Flyer for University Events Remembering La Cantuta Massacre
Flyer for University Events Remembering La Cantuta Massacre

As I had mentioned in my previous blog, the anniversary of the terrorist attack on Tarata Street occurred July 16th, 1992. It is by no accident that the anniversary of the La Cantuta Massacre also passed two days afterwards. It was after the Shining Path bombed Tarata Street in the touristy area of Lima, that the Fujimori administration also cracked down on terrorism in the worst way; by shedding more blood.

As university students were often the instigators of leftist political involvement, what was an end of a semester party at La Cantuta University for these students, also ended up being the last night of their lives. A military death squad under Alberto Fujimori, now known as El Grupo Colina, was later found guilty of kidnapping nine students and a professor, driving them to a remote area where they were each shot and then buried. Later some of their bodies were transported elsewhere and burned to further hide the evidence of the crime. It is for this reason that the tombstone that honors these students in the Cemeterio “El Angel” in Barrios Altos, only contains fragments of these students’ remains. Some of the bodies still have not been investigated, found, or recovered to the families.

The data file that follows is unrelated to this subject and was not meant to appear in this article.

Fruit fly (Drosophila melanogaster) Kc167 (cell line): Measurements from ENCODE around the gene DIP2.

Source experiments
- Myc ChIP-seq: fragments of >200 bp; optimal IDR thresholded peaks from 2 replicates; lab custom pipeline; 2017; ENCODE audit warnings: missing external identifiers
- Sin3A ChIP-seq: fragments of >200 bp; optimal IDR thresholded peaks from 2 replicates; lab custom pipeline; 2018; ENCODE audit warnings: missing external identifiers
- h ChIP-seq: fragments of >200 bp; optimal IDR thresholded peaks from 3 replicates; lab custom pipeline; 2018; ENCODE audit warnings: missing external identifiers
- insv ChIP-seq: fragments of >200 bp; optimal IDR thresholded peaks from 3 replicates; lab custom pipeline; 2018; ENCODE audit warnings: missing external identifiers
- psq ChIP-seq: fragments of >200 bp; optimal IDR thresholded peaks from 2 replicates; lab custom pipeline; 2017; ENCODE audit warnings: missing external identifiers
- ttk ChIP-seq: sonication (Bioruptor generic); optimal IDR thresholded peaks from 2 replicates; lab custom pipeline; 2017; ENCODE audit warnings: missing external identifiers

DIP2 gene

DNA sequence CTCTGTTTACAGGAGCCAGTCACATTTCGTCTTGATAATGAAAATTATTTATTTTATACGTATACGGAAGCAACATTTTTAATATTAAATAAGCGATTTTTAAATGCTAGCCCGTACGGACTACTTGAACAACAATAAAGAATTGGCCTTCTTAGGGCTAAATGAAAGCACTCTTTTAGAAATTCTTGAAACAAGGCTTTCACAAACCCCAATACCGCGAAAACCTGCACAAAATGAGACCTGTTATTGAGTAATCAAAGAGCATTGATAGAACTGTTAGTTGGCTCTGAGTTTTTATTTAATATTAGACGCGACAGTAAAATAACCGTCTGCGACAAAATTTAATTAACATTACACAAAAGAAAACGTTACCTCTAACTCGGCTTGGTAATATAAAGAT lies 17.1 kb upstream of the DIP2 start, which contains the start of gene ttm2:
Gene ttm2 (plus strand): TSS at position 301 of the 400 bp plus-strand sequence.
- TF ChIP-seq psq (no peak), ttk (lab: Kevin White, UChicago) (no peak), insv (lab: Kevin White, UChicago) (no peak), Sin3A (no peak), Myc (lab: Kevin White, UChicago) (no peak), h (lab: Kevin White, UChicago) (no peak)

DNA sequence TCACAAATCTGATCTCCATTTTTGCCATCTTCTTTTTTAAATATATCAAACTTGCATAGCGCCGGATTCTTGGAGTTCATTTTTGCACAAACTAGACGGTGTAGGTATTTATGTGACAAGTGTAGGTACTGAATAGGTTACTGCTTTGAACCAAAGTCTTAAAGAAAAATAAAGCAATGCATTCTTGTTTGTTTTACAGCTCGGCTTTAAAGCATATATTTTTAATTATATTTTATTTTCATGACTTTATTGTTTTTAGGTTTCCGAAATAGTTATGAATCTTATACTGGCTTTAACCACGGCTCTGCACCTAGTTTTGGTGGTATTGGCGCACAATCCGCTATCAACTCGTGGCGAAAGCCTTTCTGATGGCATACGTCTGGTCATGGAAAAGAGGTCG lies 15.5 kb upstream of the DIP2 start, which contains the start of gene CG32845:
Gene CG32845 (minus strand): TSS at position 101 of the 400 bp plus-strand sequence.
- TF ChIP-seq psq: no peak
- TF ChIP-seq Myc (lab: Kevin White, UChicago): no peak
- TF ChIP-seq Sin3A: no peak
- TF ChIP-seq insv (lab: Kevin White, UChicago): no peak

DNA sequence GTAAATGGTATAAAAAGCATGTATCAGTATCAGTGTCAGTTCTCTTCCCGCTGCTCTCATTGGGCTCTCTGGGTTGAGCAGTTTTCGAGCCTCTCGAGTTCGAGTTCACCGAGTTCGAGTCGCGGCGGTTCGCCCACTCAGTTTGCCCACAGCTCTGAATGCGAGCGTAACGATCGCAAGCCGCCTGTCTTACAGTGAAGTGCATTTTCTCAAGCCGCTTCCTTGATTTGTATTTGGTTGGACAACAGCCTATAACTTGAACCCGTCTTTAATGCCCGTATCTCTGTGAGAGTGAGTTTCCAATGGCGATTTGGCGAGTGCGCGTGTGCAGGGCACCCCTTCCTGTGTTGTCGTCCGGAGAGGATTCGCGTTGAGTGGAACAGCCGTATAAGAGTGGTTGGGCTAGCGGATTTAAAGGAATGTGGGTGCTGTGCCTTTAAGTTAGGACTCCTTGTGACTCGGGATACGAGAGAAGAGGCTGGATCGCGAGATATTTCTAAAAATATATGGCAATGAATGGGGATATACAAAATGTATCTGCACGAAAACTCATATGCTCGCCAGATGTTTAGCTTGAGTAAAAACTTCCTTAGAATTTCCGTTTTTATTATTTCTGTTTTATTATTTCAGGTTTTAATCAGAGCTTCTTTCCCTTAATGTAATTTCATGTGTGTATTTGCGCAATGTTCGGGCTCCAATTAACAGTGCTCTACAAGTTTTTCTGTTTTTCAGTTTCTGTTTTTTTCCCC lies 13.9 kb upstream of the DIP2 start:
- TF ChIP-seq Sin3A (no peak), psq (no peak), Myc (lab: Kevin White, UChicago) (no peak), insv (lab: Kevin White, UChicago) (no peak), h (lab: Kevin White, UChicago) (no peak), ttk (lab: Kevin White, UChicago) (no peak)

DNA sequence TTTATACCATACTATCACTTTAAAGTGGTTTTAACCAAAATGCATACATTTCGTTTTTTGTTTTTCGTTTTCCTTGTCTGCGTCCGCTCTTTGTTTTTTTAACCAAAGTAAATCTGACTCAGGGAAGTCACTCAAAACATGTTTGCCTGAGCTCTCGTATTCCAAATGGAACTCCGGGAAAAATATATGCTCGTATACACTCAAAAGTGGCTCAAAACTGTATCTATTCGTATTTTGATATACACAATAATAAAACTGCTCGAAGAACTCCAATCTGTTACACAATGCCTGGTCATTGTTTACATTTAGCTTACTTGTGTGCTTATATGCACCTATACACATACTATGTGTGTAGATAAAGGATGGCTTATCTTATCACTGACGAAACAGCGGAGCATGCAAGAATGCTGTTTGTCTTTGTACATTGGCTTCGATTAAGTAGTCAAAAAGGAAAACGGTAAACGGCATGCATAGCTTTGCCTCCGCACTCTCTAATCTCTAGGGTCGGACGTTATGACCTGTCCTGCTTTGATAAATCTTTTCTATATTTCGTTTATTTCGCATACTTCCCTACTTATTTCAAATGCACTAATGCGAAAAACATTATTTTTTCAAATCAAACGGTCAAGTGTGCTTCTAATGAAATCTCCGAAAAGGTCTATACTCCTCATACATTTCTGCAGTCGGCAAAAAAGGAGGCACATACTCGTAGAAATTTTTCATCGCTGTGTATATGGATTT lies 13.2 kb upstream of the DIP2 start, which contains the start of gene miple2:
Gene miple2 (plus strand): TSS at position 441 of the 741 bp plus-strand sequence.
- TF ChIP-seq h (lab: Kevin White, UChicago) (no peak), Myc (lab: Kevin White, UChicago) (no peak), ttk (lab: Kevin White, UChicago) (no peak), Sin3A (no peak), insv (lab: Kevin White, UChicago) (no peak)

Although eighteen years ago, the family members of these students and professor, are still fighting for the right to truth, justice and against the impunity which has kept them from knowing the whereabouts of their loved ones remains. In fact, I attended the memorial service in memory of these lost lives on Sunday, July 18th.

Family Members Mourning
Family Members Mourning

The cemetery is located near San Juan de Lurigancho and one of the more underdeveloped areas of Lima. As I exited the cab, the flower vendors were inundating me with their bright bouquets. The site of flowers overwhelmed me, as the women had surrounded me, and followed me into the gates of the cemetery. My lack of need for flowers accentuated my role as an outsider. And yet, even where there’s death there is still a strong need for sales to support the living.

In fact, the cemetery was very alive that day, much more alive than “The Eye That Cries” sculpture which I had recently visited a few weeks prior. Vendors sold coconut sweets, women cleaned their families’ tombstones, replacing wilted flowers, and a band of La Cantuta students played music and danced for the family members.

Row of Flowers Outside of Cemetery
Row of Flowers Outside of Cemetery

Cemetery of Angel
Cemetery of Angel